Two former members of Congress have had an enduring friendship. Republican Alan Simpson and Democrat Norm Mineta a Democrat and a Republican, established their across-the-aisle friendship many years ago when one boy—Norman Mineta—was incarcerated in Wyoming with his family in an internment camp for Japanese Americans during World War II. The other boy, Alan Simpson, was part of a Wyoming Boy Scout troop that visited the camp to have a jamboree with the scouts who were imprisoned there. Norm Mineta and Alan Simpson were paired up for that one day in the camp.
The internment of Japanese Americans in the United States during World War II was the forced relocation and incarceration in concentration camps in the western interior of the country of between 110,000 and 120,000 people of Japanese ancestry, most of whom lived on the Pacific coast. Sixty-two percent of the internees were United States citizens.
Many years later, when both men entered into the political arena, they met again; after they both were elected to Congress, they worked together to help pass the Civil Liberties Act of 1988. The act served as the United States government’s formal apology to the Japanese-Americans who were imprisoned during the war and paid them financial reparations. Mineta and Simpson’s friendship is featured in the upcoming PBS special Norman Mineta and His Legacy: An American Story, which airs on Monday, May 20th. In The Atlantic interview by Julie Beck, Mr. Simpson and Mr. Mineta discuss the atrocity that brought Mineta’s family to Wyoming, their Boy Scout antics, and why they think friendships across political parties are more difficult than they used to be.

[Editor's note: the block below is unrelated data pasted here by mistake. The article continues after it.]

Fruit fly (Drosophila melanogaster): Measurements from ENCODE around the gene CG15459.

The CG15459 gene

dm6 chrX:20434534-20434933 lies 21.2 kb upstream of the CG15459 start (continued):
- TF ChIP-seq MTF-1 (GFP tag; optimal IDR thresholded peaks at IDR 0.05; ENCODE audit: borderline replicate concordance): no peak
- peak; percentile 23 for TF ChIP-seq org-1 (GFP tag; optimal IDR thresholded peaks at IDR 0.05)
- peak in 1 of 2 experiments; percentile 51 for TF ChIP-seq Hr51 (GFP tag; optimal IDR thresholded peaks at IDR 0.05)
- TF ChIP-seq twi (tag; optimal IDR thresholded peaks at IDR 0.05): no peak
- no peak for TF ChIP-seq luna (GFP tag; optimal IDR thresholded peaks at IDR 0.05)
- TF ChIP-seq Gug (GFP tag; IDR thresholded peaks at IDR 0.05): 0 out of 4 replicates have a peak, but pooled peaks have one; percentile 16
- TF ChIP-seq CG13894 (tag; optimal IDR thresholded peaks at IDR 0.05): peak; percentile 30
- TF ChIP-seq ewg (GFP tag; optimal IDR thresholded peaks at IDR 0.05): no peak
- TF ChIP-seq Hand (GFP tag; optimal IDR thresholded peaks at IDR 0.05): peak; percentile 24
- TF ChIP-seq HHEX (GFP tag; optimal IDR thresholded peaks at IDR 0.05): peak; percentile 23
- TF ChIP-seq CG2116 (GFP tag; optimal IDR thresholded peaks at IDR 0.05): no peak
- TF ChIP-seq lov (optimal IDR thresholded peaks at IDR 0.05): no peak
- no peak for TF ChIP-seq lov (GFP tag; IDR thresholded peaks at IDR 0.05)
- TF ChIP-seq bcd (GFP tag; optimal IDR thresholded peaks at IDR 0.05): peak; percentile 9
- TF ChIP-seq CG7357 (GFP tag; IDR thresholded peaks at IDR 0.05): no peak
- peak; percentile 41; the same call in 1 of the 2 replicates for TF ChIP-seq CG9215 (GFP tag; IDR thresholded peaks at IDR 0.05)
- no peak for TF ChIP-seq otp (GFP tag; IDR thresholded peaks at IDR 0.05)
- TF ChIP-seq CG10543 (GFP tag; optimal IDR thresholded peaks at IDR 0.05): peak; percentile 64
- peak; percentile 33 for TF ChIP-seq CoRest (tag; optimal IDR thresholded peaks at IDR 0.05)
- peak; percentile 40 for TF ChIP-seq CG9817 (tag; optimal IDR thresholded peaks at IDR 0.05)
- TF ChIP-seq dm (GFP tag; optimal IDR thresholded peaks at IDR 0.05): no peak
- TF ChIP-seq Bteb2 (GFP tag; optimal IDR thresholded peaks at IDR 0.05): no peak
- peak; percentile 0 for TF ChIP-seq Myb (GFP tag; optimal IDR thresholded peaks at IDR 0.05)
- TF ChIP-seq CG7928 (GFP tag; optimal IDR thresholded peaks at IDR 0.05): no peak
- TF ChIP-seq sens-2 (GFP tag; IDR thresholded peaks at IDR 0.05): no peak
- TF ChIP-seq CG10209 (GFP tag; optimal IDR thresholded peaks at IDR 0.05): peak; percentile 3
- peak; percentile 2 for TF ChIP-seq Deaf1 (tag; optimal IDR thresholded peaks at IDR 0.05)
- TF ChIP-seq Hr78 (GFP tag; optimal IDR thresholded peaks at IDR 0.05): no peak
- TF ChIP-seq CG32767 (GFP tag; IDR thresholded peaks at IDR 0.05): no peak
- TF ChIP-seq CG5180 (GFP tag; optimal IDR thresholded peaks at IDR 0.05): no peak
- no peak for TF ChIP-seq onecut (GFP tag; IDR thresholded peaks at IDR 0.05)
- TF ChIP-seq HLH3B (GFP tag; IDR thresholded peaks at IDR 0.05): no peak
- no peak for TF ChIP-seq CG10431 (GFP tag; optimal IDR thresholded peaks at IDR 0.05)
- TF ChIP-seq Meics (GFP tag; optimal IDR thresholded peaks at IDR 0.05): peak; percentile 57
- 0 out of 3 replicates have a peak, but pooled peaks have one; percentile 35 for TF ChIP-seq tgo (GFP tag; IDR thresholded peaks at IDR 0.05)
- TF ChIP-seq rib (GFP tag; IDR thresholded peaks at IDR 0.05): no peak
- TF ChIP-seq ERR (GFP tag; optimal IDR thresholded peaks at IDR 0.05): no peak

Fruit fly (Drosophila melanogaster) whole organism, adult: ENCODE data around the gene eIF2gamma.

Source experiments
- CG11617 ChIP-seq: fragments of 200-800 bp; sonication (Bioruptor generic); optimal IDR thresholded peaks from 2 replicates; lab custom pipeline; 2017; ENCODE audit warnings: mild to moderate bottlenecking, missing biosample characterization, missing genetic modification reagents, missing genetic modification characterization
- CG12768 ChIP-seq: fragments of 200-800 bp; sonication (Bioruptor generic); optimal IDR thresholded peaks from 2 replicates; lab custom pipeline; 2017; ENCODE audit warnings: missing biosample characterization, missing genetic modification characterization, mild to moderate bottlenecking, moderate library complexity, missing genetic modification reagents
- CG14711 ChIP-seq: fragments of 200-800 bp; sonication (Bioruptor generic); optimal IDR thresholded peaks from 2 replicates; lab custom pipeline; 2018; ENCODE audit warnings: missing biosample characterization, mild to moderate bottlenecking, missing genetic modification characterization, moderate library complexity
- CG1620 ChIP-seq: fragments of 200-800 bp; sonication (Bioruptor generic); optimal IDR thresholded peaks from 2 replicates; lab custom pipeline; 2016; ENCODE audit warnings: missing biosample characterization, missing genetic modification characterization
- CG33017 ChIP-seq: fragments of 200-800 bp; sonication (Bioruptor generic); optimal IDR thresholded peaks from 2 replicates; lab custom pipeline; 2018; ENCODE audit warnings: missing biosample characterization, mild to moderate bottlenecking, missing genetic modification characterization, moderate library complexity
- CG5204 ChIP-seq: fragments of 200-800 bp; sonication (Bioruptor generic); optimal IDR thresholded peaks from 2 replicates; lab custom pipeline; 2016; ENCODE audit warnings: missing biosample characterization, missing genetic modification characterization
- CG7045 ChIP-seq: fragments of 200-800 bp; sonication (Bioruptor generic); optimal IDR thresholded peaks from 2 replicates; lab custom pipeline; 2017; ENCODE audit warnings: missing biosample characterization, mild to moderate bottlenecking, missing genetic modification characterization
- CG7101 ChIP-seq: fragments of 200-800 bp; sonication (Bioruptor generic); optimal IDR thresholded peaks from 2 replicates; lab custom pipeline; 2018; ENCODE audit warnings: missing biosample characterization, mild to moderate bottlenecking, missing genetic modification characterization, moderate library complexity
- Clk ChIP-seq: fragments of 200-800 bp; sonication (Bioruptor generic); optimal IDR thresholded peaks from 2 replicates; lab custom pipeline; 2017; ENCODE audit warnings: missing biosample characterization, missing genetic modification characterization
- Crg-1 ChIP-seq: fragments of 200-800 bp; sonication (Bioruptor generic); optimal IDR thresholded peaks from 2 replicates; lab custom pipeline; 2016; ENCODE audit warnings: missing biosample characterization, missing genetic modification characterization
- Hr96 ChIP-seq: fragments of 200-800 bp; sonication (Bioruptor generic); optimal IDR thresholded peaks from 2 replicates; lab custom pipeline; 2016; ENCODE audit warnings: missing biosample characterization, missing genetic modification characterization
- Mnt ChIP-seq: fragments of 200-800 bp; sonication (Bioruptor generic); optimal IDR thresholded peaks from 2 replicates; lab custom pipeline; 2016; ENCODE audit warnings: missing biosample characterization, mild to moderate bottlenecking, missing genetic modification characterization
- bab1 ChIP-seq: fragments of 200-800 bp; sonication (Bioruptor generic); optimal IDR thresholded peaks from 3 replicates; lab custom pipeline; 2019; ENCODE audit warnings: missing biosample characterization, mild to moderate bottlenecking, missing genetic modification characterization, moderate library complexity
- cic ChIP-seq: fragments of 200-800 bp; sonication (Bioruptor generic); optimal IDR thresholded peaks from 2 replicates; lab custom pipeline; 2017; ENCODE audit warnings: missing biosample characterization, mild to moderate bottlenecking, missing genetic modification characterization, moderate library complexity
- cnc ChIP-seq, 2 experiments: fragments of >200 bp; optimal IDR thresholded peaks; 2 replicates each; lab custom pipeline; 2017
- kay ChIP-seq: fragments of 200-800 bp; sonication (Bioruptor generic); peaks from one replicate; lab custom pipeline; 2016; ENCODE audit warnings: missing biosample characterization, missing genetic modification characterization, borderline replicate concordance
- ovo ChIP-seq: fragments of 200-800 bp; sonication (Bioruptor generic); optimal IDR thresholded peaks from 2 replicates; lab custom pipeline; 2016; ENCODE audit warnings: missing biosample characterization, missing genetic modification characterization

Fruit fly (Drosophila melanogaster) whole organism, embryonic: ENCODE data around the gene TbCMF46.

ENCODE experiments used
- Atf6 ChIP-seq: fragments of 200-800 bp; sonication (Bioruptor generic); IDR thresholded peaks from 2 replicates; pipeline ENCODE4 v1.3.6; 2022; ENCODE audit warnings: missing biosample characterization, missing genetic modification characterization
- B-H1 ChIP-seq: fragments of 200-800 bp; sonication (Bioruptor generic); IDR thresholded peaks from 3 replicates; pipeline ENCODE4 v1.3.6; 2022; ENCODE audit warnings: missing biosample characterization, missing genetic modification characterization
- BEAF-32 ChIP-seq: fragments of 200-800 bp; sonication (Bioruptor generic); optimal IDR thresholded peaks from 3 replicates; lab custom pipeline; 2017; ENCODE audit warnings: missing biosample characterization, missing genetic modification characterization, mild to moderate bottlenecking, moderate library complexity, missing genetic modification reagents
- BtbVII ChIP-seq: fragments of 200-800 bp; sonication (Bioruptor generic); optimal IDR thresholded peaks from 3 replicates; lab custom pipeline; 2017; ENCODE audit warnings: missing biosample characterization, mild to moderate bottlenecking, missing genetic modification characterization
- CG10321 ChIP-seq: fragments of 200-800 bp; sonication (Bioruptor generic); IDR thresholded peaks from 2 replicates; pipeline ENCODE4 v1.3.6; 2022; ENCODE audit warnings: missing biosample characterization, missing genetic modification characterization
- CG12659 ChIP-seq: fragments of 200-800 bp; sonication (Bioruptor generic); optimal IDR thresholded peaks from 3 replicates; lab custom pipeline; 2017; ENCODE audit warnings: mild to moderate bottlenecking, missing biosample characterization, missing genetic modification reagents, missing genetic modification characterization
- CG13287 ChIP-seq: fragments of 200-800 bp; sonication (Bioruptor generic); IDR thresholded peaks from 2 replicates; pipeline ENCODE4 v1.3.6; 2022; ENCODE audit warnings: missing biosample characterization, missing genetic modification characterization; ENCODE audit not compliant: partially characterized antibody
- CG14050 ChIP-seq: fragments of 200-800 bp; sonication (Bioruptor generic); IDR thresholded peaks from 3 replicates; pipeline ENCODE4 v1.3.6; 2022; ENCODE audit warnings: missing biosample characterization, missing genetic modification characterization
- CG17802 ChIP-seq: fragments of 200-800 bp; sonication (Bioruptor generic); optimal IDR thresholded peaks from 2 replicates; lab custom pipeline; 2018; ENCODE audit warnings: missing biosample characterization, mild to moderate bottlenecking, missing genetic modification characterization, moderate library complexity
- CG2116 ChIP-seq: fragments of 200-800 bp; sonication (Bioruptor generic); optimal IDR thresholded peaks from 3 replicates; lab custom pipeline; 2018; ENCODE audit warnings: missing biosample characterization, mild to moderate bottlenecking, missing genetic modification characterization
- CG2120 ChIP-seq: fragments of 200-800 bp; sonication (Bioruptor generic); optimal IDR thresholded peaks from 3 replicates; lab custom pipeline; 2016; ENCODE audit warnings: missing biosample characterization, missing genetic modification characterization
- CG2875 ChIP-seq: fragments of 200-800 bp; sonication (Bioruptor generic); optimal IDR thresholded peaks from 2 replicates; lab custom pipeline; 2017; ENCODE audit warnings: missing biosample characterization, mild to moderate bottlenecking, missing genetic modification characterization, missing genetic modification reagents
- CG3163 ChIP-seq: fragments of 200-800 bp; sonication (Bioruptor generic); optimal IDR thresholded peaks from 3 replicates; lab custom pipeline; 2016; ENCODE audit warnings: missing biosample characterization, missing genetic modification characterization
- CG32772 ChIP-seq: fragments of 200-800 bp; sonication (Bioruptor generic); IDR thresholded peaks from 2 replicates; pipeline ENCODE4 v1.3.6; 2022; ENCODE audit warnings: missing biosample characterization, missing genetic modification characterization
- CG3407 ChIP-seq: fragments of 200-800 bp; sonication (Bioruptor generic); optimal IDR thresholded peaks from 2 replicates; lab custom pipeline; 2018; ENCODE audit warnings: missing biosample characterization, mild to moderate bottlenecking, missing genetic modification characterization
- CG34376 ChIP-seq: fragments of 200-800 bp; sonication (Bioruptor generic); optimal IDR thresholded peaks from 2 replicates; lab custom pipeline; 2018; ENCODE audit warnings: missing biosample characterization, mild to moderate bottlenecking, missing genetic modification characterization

Read the article in The Atlantic here:
JULIE BECK, a senior editor at The Atlantic, covers family and education.
Alan Simpson served in the U.S. Senate (R-Wyoming) from January 1979 to 1997, where he was the Assistant Republican Leader, 1984-1994; Chairman of the Subcommittee on Immigration and Refugee Policy of the Senate Judiciary Committee, 1980-1984; Nuclear Regulation Subcommittee of Environmental and Public Works, 1980-1984; Chairman of the Subcommittee on Social Security and member of the Committee on Aging; Chairman of the Veterans Affairs Committee, 1980-1984. From 1994-1996, he was a member of the Finance Committee; 1965-1977, Wyoming State Legislature, 1965-1978, Assistant Majority Leader, Majority Leader, and Speaker Pro Tem.
Mr. Simpson served as Assistant Attorney General for the State of Wyoming in 1959, and was City Attorney of Cody, Wyoming, from 1959-1969. Partner: Simpson & Simpson (with father Milward L. Simpson who also served as Governor and U.S. Senator for Wyoming); Simpson Kepler & Simpson, 1960-1978. Additionally, Mr. Simpson served in the U.S. Army, 1st Lieutenant, 2nd Armored Division “Hell on the Wheels” and the 5th Division, U.S. Armed Forces, Germany.
Alan Simpson is currently with the Washington Speakers Bureau in Washington, D.C. He is a very popular speaker and travels the country and abroad to speak to a wide variety of groups and associations regarding current affairs and politics in remarks entitled “Politics is a Contact Sport”.